Dec 03, 2018 12:10:30

Designing A System

by @valentino | 455 words | 123🔥 | 123💌

Valentino Urbano

Current day streak: 123🔥
Total posts: 123💌
Total words: 40886 (163 pages 📄)

We always love to just jump in and start coding away at problems before we are ready to.

We create a new project, start coding our vision just to just realize hours later that we didn't think it through and need to throw away code.

Next time you think about starting a new project stop. Analyze the problem first. Make a design documentation. I know what you're thinking about, a design documentation for my side project? That's way too much!

It doesn't need to be an actual formal document, it can be a text file where you write down your ideas so you have a frame of reference later.


- Architecture and Why

Of course, this applies mostly to medium/big projects. On a small and time constrained project, this might not be viable, but you should still do a minimum of analysis. You are going to save time when you realize that like you coded it's not going to work and you need to rewrite the whole thing. If you planned you would have noticed the problem in the planning phase and already solved it even before writing a single line of code. Of course, there are a lot of problems that only emerge once you start coding, those are fine but don't have those on top of avoidable ones too.


- Database Scheme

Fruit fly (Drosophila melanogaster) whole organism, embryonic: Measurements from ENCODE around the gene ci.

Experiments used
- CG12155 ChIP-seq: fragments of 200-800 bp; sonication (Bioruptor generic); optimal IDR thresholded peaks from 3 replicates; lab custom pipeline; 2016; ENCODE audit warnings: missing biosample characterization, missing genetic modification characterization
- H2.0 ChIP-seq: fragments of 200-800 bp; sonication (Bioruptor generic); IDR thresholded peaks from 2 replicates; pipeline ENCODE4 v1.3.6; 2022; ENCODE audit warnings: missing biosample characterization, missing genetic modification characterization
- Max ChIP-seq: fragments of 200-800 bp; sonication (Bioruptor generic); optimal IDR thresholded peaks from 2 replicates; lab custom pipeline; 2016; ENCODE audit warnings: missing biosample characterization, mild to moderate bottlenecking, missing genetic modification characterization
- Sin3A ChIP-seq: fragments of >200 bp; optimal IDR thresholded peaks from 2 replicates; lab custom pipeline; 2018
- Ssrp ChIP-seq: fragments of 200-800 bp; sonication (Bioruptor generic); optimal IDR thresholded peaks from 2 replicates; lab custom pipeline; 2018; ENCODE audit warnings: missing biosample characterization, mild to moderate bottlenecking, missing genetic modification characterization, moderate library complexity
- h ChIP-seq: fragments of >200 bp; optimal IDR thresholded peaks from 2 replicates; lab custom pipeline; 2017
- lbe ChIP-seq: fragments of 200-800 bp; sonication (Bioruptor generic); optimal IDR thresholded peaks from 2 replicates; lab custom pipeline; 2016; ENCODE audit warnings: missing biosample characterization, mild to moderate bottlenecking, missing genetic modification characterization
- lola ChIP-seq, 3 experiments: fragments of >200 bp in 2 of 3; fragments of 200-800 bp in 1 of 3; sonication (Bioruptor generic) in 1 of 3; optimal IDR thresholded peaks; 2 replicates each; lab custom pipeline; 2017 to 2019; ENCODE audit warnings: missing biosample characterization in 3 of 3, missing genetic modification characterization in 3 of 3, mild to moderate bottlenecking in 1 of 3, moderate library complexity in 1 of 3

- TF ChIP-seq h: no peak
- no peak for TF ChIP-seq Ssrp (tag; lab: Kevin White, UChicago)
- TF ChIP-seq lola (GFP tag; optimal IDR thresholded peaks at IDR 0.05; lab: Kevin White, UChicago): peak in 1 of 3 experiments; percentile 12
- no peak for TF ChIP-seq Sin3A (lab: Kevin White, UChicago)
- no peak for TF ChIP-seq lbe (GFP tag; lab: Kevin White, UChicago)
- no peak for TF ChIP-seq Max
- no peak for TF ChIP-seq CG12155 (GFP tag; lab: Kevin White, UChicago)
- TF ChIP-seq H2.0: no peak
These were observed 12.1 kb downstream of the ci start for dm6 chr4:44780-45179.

If you're using a database take time planning out your models and relationship. You can optimize access time, decide if you should have an index on a column or on another and which foreign key constraints to apply.


- API Endpoints

If you're using or serving an API take time to define your API specification. Make sure to also write it down, so you don't have to change it once you already started and forget to reflect the changes in your documentation. You'd never want to publish a document that doesn't apply to your API because you added something at the very last moment.


- Auth

If you have User Accounts and an auth system first ask yourself. Why? Do you need it? If you don't just don't have it! But if you do, remember that you need to abide by GDPR and store the passwords securely. Use a known and recognized framework. Don't roll your own, please...

Next decide how your application will authenticate, if with tokens, OAuth, password grant. Each has its own pros and cons.


Keep in mind that, in most mobile applications, it is trivial to extract a key from the application archive. Have other safeguards in place to protect your server.


Conclusion

Next time you're building something take the time to dive keep on the design side before jumping into coding.


You will thank yourself for that later on.

Originally published at www.valentinourbano.com

  • 1

    @valentino Usually I prefer to start with defining what the value proposition is (why I want to build this). Then I do the visual identity (it's inspiring me to name my db tables haha). After all that I do the back-end, and finally the front.

    Basile Samel avatar Basile Samel | Dec 04, 2018 10:17:37
    • 1

      @valentino @basilesamel Yeah these steps are for when you have already decided what to work on. Before doing that you should define the value proposition and the reason why the product should exist.

      One thing to add would be the visuals I agree, but it has never been my strong suit.

      Valentino Urbano avatar Valentino Urbano | Dec 04, 2018 17:25:52
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